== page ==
Haastrup T (2019) WPS and the African Union. In: True J & Davies S (eds.) The Oxford Handbook on Women Peace and Security. Oxford: Oxford University Press, pp. 375--387. https://global.oup.com/academic/product/the-oxford-handbook-of-women-peace-and-security-9780190638276?q=978-0190638276&lang=en&cc=gb; https://doi.org/10.1093/oxfordhb/9780190638276.013.27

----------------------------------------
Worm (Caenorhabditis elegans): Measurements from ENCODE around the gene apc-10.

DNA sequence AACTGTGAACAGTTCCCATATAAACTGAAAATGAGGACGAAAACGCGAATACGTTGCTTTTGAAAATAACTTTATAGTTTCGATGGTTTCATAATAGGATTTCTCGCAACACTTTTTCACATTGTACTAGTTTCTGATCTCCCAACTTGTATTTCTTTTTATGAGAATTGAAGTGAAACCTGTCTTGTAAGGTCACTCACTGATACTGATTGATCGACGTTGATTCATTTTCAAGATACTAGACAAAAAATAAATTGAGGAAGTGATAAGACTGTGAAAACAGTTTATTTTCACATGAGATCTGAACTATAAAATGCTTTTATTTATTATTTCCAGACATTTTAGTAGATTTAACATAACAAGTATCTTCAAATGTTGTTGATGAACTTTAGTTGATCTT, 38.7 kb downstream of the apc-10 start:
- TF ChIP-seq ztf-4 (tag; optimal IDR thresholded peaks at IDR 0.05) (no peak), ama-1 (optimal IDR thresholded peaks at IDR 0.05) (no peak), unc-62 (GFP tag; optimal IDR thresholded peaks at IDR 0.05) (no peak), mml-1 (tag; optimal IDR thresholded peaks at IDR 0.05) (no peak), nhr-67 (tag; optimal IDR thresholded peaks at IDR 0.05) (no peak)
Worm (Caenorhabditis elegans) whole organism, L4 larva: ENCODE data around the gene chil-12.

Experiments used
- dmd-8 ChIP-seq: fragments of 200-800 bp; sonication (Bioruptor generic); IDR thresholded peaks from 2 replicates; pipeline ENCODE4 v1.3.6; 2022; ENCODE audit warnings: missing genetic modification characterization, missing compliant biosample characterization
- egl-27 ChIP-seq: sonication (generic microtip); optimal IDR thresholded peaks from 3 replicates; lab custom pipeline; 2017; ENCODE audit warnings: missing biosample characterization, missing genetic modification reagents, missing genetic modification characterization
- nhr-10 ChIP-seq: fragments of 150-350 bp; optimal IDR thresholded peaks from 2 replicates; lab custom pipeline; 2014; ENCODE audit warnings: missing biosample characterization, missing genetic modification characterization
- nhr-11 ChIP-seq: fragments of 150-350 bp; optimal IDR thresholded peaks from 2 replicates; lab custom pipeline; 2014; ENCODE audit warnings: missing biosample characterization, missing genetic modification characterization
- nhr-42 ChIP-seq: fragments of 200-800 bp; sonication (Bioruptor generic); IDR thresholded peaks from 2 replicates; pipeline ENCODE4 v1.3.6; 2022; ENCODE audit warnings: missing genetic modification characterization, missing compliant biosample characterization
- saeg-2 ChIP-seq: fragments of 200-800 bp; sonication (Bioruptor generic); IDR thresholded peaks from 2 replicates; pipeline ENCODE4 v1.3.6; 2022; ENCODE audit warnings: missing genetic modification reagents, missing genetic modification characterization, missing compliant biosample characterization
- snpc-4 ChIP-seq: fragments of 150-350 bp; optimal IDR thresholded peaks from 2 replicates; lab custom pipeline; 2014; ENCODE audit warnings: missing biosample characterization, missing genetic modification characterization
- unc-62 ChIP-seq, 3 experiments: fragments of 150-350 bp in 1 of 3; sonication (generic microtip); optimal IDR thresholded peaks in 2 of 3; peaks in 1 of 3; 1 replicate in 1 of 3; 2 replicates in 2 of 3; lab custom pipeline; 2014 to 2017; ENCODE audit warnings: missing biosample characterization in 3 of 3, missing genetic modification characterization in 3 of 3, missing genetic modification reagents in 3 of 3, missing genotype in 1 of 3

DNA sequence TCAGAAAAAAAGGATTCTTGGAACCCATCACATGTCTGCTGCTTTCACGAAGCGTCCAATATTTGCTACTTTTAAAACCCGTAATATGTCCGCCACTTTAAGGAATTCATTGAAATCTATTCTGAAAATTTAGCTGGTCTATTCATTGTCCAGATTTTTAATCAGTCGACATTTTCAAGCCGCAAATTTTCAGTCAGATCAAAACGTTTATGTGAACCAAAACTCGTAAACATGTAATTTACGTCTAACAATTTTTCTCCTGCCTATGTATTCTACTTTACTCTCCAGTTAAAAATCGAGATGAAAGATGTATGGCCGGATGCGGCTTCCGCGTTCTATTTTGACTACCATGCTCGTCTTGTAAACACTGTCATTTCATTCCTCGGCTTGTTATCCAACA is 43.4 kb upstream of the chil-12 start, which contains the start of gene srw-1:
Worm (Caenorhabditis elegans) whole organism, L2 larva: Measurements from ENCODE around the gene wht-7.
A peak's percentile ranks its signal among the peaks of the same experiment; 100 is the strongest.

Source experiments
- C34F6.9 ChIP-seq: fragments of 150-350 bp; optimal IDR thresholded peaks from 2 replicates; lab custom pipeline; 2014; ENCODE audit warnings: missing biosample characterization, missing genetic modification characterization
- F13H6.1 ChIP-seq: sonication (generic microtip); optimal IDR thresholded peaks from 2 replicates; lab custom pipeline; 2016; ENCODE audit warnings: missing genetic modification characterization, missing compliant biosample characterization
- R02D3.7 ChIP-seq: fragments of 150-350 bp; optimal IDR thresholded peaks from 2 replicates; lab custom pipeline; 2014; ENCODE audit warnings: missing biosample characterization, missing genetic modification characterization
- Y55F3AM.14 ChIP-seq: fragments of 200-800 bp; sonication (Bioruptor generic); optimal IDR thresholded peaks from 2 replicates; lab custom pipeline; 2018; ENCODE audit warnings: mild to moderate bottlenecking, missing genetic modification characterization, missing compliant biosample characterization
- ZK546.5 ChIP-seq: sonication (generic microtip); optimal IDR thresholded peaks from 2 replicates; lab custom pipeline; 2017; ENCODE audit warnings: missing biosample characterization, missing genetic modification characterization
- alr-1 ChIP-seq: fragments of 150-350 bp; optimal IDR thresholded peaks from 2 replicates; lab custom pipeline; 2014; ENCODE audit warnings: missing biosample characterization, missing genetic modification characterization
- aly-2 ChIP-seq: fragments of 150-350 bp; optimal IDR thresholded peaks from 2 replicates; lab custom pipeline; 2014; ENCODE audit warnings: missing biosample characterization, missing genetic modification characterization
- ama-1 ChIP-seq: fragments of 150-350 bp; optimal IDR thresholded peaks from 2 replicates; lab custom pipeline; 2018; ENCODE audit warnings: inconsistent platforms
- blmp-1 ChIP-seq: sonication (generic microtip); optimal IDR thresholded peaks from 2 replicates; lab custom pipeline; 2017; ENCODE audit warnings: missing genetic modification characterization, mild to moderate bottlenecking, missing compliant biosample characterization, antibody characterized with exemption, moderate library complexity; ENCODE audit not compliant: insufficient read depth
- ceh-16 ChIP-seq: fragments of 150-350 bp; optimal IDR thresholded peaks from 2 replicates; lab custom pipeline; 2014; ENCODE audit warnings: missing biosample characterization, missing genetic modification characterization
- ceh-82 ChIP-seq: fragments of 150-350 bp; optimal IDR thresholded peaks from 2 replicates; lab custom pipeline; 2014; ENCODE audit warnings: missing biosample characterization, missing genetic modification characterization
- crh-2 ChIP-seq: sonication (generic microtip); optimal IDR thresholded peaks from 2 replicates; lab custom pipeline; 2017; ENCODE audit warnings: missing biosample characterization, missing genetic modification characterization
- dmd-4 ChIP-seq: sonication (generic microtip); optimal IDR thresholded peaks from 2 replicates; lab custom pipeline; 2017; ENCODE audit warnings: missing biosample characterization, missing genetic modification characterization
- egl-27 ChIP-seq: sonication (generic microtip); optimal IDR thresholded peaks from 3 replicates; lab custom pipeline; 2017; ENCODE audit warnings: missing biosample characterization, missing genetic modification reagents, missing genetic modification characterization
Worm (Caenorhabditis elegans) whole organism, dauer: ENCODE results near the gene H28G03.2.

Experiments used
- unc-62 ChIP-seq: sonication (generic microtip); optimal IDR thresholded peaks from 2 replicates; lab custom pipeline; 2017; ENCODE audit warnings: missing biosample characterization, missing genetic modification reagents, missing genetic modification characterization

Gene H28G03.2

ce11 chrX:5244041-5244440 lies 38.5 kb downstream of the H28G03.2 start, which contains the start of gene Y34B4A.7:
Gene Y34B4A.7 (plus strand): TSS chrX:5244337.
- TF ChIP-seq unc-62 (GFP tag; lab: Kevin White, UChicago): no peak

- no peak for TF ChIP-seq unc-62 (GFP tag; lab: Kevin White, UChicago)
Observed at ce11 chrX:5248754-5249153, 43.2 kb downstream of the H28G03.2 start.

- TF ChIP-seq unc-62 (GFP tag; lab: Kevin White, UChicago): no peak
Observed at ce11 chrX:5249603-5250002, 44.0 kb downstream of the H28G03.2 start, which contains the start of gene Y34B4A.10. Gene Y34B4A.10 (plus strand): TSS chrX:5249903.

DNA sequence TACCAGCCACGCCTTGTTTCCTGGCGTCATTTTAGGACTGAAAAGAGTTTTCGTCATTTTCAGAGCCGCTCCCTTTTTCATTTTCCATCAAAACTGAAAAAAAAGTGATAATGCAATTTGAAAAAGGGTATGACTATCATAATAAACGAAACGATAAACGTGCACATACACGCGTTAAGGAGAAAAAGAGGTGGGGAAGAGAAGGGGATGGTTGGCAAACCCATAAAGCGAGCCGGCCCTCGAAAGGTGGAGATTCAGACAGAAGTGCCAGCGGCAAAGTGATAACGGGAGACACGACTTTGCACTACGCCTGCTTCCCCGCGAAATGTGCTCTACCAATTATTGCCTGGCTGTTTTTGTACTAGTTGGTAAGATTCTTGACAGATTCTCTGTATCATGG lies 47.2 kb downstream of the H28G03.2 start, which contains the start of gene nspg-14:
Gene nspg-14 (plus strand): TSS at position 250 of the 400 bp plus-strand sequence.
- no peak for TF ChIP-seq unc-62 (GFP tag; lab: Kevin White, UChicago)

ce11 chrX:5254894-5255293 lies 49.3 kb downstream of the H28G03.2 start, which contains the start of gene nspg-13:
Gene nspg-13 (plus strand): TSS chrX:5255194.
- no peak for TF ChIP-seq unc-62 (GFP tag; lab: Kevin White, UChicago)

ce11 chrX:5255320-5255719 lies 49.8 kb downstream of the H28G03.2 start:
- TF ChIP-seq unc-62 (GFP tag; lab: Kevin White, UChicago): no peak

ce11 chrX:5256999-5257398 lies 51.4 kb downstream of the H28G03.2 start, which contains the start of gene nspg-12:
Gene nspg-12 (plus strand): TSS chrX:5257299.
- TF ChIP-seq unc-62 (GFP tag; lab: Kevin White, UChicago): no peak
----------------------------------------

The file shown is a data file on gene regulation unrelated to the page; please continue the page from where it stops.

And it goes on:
This chapter critically explores how the African Union (AU) understands and interprets the global norms around gender and security found in the Women, Peace, and Security (WPS) agenda. It shows how the WPS agenda is situated within the AU?s African Peace and Security Architecture (APSA) while taking into account the local/regional gender regime including regional action plans (RAPs). To do so, the chapter maps out ways in which gender intersects with security when global and local norms interact within a regional security institution. Drawing on a selection of case studies, this chapter demonstrates that there is now a well-established network of frameworks that embed WPS on the continent. It concludes that this has been informed by a certain understanding of feminism and a new pan-Africanist push via the AU and women?s movements on the continent. Indeed, the chapter highlights the adoption of National Action Plans (NAPs) in seventeen member states as one of the primary achievements of the AU women?s movement. This chapter thus offers a unique perspective on the regional institutionalization process of the WPS agenda.